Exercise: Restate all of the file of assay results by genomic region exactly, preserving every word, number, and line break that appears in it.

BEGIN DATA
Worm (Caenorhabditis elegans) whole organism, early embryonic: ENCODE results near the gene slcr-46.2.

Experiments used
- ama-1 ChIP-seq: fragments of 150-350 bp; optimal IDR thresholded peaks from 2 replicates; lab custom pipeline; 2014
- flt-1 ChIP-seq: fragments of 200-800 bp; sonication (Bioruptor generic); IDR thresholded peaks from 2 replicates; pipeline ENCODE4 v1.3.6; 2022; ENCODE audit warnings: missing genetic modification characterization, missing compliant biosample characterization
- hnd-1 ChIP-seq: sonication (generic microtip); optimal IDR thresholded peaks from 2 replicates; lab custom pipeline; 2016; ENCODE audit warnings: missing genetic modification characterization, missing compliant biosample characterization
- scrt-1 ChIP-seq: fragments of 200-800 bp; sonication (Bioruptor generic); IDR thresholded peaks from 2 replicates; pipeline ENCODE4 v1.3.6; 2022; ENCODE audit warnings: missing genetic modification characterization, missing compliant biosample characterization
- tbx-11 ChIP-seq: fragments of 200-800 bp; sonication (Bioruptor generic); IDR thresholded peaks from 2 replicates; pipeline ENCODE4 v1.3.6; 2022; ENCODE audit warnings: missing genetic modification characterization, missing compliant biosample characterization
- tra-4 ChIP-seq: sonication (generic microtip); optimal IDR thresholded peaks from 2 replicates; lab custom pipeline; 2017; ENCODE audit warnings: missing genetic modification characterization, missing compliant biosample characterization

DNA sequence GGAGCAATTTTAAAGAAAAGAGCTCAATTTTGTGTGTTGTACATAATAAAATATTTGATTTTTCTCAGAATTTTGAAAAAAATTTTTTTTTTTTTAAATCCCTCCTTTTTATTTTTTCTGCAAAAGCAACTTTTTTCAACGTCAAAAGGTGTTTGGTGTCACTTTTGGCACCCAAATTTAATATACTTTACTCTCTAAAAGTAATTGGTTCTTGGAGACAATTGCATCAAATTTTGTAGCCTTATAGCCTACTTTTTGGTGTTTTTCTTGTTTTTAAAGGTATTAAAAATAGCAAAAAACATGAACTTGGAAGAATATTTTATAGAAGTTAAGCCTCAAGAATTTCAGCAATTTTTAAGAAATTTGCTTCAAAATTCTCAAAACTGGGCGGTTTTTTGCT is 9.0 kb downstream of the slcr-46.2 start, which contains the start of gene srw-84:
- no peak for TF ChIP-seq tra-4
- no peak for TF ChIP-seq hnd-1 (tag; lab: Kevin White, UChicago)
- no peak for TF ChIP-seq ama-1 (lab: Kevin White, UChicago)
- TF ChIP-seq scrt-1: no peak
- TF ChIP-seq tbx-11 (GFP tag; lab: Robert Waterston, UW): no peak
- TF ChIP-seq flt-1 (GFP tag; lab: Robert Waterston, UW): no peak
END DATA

Worm (Caenorhabditis elegans) whole organism, early embryonic: ENCODE results near the gene slcr-46.2.

Experiments used
- ama-1 ChIP-seq: fragments of 150-350 bp; optimal IDR thresholded peaks from 2 replicates; lab custom pipeline; 2014
- flt-1 ChIP-seq: fragments of 200-800 bp; sonication (Bioruptor generic); IDR thresholded peaks from 2 replicates; pipeline ENCODE4 v1.3.6; 2022; ENCODE audit warnings: missing genetic modification characterization, missing compliant biosample characterization
- hnd-1 ChIP-seq: sonication (generic microtip); optimal IDR thresholded peaks from 2 replicates; lab custom pipeline; 2016; ENCODE audit warnings: missing genetic modification characterization, missing compliant biosample characterization
- scrt-1 ChIP-seq: fragments of 200-800 bp; sonication (Bioruptor generic); IDR thresholded peaks from 2 replicates; pipeline ENCODE4 v1.3.6; 2022; ENCODE audit warnings: missing genetic modification characterization, missing compliant biosample characterization
- tbx-11 ChIP-seq: fragments of 200-800 bp; sonication (Bioruptor generic); IDR thresholded peaks from 2 replicates; pipeline ENCODE4 v1.3.6; 2022; ENCODE audit warnings: missing genetic modification characterization, missing compliant biosample characterization
- tra-4 ChIP-seq: sonication (generic microtip); optimal IDR thresholded peaks from 2 replicates; lab custom pipeline; 2017; ENCODE audit warnings: missing genetic modification characterization, missing compliant biosample characterization

DNA sequence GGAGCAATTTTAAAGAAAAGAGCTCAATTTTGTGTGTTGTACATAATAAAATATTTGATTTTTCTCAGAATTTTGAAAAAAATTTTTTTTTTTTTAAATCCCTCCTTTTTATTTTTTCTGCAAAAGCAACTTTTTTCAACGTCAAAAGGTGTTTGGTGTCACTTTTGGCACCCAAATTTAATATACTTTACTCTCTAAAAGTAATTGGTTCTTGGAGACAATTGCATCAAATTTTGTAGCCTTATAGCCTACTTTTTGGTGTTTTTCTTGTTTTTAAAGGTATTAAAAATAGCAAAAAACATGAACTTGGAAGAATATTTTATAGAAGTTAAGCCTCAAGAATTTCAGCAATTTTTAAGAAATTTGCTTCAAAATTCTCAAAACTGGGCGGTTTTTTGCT is 9.0 kb downstream of the slcr-46.2 start, which contains the start of gene srw-84:
- no peak for TF ChIP-seq tra-4
- no peak for TF ChIP-seq hnd-1 (tag; lab: Kevin White, UChicago)
- no peak for TF ChIP-seq ama-1 (lab: Kevin White, UChicago)
- TF ChIP-seq scrt-1: no peak
- TF ChIP-seq tbx-11 (GFP tag; lab: Robert Waterston, UW): no peak
- TF ChIP-seq flt-1 (GFP tag; lab: Robert Waterston, UW): no peak